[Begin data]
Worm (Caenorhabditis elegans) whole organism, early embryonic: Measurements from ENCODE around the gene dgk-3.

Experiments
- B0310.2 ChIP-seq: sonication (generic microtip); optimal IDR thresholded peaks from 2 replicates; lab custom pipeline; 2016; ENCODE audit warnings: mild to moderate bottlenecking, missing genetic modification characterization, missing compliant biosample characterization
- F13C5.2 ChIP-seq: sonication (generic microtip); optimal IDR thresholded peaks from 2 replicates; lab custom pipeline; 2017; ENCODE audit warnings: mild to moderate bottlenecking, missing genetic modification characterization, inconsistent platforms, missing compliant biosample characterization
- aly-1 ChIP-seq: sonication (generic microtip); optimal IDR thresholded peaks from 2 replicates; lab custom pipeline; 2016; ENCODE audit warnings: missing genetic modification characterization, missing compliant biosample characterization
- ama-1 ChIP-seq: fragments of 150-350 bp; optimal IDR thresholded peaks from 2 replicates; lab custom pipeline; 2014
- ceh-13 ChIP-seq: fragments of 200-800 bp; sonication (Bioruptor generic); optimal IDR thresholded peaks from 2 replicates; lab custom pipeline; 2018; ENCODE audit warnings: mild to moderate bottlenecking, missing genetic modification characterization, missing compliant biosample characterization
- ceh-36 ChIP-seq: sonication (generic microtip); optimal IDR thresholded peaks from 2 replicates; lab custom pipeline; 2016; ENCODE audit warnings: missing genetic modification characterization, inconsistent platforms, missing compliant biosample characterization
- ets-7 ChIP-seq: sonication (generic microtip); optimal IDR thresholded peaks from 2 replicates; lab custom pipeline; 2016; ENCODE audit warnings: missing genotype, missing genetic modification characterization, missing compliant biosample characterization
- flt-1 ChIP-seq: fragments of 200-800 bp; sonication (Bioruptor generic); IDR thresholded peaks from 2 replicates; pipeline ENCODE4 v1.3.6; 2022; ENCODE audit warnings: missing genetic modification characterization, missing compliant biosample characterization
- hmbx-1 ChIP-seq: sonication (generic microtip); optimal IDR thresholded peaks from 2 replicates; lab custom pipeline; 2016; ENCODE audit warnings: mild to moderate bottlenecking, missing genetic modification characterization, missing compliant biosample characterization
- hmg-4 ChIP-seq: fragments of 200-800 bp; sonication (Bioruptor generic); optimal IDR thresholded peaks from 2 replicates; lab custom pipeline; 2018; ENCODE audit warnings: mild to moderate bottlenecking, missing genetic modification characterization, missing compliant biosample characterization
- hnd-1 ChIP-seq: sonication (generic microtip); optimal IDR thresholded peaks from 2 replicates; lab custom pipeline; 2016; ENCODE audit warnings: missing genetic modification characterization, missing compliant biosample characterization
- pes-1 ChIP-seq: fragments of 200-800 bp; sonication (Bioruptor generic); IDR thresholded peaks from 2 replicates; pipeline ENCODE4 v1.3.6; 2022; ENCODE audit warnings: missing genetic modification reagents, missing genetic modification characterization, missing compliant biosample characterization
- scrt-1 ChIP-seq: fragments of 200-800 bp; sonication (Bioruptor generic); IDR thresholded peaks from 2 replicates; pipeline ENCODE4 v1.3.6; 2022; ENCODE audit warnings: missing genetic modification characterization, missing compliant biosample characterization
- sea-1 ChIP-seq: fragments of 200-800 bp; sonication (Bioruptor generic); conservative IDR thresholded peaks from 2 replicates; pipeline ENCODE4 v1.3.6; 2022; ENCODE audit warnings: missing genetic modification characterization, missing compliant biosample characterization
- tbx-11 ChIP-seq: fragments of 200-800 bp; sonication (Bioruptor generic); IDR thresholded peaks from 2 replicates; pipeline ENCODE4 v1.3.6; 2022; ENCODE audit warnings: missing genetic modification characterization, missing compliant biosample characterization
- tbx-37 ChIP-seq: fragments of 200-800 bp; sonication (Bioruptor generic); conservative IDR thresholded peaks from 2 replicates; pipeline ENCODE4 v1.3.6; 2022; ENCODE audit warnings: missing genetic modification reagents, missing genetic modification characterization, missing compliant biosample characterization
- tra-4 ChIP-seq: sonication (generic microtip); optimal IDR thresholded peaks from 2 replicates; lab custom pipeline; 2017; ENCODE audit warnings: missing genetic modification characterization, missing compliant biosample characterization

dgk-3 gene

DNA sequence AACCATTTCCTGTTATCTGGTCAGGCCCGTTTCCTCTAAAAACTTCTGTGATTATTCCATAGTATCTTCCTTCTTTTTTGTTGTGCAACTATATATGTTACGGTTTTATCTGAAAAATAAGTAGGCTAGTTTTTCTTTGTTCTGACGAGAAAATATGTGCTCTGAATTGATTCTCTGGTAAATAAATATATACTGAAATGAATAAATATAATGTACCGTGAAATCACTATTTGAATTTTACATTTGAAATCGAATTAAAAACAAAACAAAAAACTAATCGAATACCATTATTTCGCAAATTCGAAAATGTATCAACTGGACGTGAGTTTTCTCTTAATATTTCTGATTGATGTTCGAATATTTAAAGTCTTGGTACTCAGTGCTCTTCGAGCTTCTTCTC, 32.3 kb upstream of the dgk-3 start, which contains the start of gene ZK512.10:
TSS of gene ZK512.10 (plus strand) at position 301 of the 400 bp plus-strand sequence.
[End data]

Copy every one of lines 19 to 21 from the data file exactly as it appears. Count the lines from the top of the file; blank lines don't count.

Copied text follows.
- tra-4 ChIP-seq: sonication (generic microtip); optimal IDR thresholded peaks from 2 replicates; lab custom pipeline; 2017; ENCODE audit warnings: missing genetic modification characterization, missing compliant biosample characterization

dgk-3 gene

DNA sequence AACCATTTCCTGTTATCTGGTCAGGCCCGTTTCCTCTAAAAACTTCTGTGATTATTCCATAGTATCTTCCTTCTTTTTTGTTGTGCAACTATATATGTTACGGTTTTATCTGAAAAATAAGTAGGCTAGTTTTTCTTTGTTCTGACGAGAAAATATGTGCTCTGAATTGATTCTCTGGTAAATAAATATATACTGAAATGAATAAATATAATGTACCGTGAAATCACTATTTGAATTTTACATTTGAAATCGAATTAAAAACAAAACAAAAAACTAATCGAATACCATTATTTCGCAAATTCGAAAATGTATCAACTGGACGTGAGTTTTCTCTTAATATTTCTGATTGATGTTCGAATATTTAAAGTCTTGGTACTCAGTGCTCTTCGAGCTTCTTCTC, 32.3 kb upstream of the dgk-3 start, which contains the start of gene ZK512.10: